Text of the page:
Statelessness Identification: UN investigates the reasons that led to

Statelessness remains a critical yet overlooked situation, where various wars and hard times result in numerous personages. Most have difficulty in acquiring the use of the education, healthcare, and the ability to get a job. When the numbers continue to grow, policies in some areas begin to act prejudiced towards those people in order to steer clear of trouble. There are various conventions that have worked to assist those unfortunate people.
The 1954 Convention helps ensure that stateless individuals possess human rights including education, employment, and housing. Most significantly, they make sure stateless people have the right to identify, travel documents, and administrative assistance. However, the 1961 Convention’s goal is to hinder statelessness and as time passes, decrease it. It also creates an international framework to guarantee them the right of every person to a nationality, and that children are to be included in the nationality of the country they were born in supposing they don’t have any other nationalities.
Throughout the years, statelessness has continued to be a constant problem in provinces and where internal and external conflict occur, resulting in the removal of many people or remarking territory. In order to terminate statelessness, the UN High Commissioner for Refugees (UNHCR) makes a long-term plan that will last about ten years, consisting of six main details that will be carried out.
Not only do grown men and women face the denial of statelessness but innocent children as well. Six million children are estimated without a nationality globally. They are also defenseless to sexual and labor exploitation, abuse, and trafficking. A handful are denied education and healthcare. Sadly, only a few (inter)national child protection systems encompass stateless children in their policies. Additionally, human identification is essential- and stateless persons usually don’t possess their own documentation.
In the past, the UN has made developments in gradually putting a halt to statelessness. From 2003 to 2013, these actions resulted in more than four million stateless individuals with confirmed/acquiring nationalities. Four categories are organized by the UN used to stop statelessness: Identification > Prevention > Reduction > Protection. Identification: UN investigates the reasons that led to certain peoples being stateless and research their situation of not having a nationality (sometimes through interviews), which will help with the basic understanding and of the problem. Prevention: easiest and most effective way to deal with statelessness is to stop it from happening in the first place. UN provides legal advice to governments about how to ensure their nationalities are agreeable with their international standards. Reduction: UN finds a solution for those without a nationality, working with governments to help them make changes to legislation and procedures, which are necessary to recognize stateless people as nationals. UN also publicizes these changes to other stateless people know how to become nationals. Protection: UN provides guidance and technical assistance to governments and establishes procedures to recognize stateless people, giving them a legal status and general human rights.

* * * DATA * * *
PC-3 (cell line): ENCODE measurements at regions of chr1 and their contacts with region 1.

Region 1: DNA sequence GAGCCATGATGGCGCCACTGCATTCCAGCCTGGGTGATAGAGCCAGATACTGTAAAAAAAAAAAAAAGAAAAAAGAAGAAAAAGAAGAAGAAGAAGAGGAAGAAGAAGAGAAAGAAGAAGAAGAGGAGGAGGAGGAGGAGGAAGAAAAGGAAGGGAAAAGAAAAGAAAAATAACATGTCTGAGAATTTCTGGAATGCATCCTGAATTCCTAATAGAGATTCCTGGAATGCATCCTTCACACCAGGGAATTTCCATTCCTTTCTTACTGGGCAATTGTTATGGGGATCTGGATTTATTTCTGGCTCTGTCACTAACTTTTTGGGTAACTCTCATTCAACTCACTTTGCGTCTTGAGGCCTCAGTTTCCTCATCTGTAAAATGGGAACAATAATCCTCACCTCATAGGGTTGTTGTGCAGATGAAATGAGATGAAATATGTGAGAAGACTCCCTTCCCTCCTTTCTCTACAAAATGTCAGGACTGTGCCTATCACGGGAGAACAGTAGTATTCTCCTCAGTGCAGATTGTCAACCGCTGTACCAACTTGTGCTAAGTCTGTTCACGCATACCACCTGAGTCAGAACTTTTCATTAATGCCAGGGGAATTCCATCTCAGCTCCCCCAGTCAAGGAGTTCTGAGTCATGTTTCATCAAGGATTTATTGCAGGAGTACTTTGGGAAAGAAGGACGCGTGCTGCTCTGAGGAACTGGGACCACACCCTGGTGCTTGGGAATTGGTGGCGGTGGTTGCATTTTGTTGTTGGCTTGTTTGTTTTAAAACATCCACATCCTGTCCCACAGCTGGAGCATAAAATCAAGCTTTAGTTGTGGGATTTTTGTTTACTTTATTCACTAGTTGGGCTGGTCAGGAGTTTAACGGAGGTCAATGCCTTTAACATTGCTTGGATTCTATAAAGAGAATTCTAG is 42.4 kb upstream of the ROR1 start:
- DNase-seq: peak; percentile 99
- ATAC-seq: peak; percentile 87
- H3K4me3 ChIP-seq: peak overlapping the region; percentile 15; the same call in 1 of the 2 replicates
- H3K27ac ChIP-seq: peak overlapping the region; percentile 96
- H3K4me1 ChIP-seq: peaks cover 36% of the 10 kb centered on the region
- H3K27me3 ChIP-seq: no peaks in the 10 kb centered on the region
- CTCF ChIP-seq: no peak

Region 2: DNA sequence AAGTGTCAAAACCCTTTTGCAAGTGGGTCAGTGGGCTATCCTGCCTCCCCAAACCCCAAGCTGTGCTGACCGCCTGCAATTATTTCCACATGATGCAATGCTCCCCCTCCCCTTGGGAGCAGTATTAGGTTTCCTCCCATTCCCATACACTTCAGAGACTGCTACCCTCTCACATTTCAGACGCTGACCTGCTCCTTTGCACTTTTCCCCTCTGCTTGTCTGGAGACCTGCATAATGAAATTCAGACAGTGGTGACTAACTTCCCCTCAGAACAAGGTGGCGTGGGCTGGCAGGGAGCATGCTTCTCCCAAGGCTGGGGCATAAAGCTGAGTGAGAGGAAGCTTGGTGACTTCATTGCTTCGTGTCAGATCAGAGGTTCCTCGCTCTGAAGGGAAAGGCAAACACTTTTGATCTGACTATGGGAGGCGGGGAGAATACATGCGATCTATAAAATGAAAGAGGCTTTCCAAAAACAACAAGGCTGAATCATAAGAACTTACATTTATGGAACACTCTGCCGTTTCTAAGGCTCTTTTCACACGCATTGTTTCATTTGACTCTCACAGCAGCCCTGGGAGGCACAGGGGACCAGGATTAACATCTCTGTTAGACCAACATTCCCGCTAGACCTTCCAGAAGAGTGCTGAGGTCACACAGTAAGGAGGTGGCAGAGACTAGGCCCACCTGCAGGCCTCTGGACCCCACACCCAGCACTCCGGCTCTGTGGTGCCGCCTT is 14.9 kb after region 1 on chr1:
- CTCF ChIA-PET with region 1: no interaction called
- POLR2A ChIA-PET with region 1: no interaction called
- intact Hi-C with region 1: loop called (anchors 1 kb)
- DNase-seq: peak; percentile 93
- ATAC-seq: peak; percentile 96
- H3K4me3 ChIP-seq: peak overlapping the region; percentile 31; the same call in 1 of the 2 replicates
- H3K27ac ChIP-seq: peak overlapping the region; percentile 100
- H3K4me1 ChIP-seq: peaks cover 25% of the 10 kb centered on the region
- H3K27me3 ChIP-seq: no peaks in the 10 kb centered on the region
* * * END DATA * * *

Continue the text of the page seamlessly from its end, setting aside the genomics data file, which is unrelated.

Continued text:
As a part of West Africa, Senegal recognizes the major issues of statelessness. After independence, Senegal has adopted nationality laws based on models from the former colonial powers: jus soli (law of the soil) rule for those born after independence: a person born in the territory would automatically become a citizen (with very limited exceptions). Senegal also has a reduction of gender discrimination, which allows women to pass nationality to their children and spouses on increasingly equal terms with men. Since 2010, Senegal has taken part of both international conventions relating to statelessness (1954 and 1961 Conventions).
Senegal proposes a solution where raising awareness that the UN is there to help stateless people must be increased. Tip lines will be posted in classrooms and the outside world. Also, the interviewing of the stateless people to understand how, when, and why they are in their current situation is quite well thought through, so emphasize more of that process as well. That way, knowing what’s going on will make it easier for the UN to find individual ways to give the stateless their respective nationalities. However, Senegal anticipates that there would be opposition towards these solutions, where questions like “where is the funding?” and “who would spend their time putting up these awareness posters?”. In defense to this, there are definitely volunteers around the world that would certain to help with the cause. After all, children’s’ lives are at risk here. Funding would, of course, come from the UN and bits of fundraising as well. The UN’s solutions and Senegal’s are quite similar. Senegal looks forward to helping with the battle to eliminate statelessness once and for all.

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